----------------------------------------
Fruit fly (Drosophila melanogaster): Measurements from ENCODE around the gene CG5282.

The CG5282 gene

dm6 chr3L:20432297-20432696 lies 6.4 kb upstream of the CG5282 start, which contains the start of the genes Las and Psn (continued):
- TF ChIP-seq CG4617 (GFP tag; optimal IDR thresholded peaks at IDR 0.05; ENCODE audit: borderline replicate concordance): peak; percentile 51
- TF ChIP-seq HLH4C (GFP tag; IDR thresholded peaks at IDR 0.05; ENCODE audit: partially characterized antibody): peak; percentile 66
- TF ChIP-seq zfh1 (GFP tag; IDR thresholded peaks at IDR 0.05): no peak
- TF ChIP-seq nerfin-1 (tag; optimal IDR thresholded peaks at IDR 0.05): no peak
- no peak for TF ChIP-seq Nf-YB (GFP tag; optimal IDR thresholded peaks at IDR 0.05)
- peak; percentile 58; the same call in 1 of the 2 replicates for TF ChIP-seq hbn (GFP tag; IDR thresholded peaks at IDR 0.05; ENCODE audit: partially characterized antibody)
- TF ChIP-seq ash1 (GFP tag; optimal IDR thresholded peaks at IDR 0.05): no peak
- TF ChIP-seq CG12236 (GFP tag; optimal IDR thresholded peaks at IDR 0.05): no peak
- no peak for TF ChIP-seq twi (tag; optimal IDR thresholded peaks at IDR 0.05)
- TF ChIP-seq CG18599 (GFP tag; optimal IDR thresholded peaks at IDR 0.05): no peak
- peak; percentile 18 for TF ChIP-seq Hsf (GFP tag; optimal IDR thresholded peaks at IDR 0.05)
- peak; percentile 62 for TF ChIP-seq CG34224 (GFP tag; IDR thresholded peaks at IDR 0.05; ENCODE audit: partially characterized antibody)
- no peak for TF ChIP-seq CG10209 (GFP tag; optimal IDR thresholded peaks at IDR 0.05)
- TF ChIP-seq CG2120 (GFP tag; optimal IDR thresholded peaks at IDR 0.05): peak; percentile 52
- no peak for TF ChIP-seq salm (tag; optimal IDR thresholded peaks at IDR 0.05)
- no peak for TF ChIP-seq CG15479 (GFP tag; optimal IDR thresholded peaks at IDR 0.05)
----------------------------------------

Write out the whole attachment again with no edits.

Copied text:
Fruit fly (Drosophila melanogaster): Measurements from ENCODE around the gene CG5282.

The CG5282 gene

dm6 chr3L:20432297-20432696 lies 6.4 kb upstream of the CG5282 start, which contains the start of the genes Las and Psn (continued):
- TF ChIP-seq CG4617 (GFP tag; optimal IDR thresholded peaks at IDR 0.05; ENCODE audit: borderline replicate concordance): peak; percentile 51
- TF ChIP-seq HLH4C (GFP tag; IDR thresholded peaks at IDR 0.05; ENCODE audit: partially characterized antibody): peak; percentile 66
- TF ChIP-seq zfh1 (GFP tag; IDR thresholded peaks at IDR 0.05): no peak
- TF ChIP-seq nerfin-1 (tag; optimal IDR thresholded peaks at IDR 0.05): no peak
- no peak for TF ChIP-seq Nf-YB (GFP tag; optimal IDR thresholded peaks at IDR 0.05)
- peak; percentile 58; the same call in 1 of the 2 replicates for TF ChIP-seq hbn (GFP tag; IDR thresholded peaks at IDR 0.05; ENCODE audit: partially characterized antibody)
- TF ChIP-seq ash1 (GFP tag; optimal IDR thresholded peaks at IDR 0.05): no peak
- TF ChIP-seq CG12236 (GFP tag; optimal IDR thresholded peaks at IDR 0.05): no peak
- no peak for TF ChIP-seq twi (tag; optimal IDR thresholded peaks at IDR 0.05)
- TF ChIP-seq CG18599 (GFP tag; optimal IDR thresholded peaks at IDR 0.05): no peak
- peak; percentile 18 for TF ChIP-seq Hsf (GFP tag; optimal IDR thresholded peaks at IDR 0.05)
- peak; percentile 62 for TF ChIP-seq CG34224 (GFP tag; IDR thresholded peaks at IDR 0.05; ENCODE audit: partially characterized antibody)
- no peak for TF ChIP-seq CG10209 (GFP tag; optimal IDR thresholded peaks at IDR 0.05)
- TF ChIP-seq CG2120 (GFP tag; optimal IDR thresholded peaks at IDR 0.05): peak; percentile 52
- no peak for TF ChIP-seq salm (tag; optimal IDR thresholded peaks at IDR 0.05)
- no peak for TF ChIP-seq CG15479 (GFP tag; optimal IDR thresholded peaks at IDR 0.05)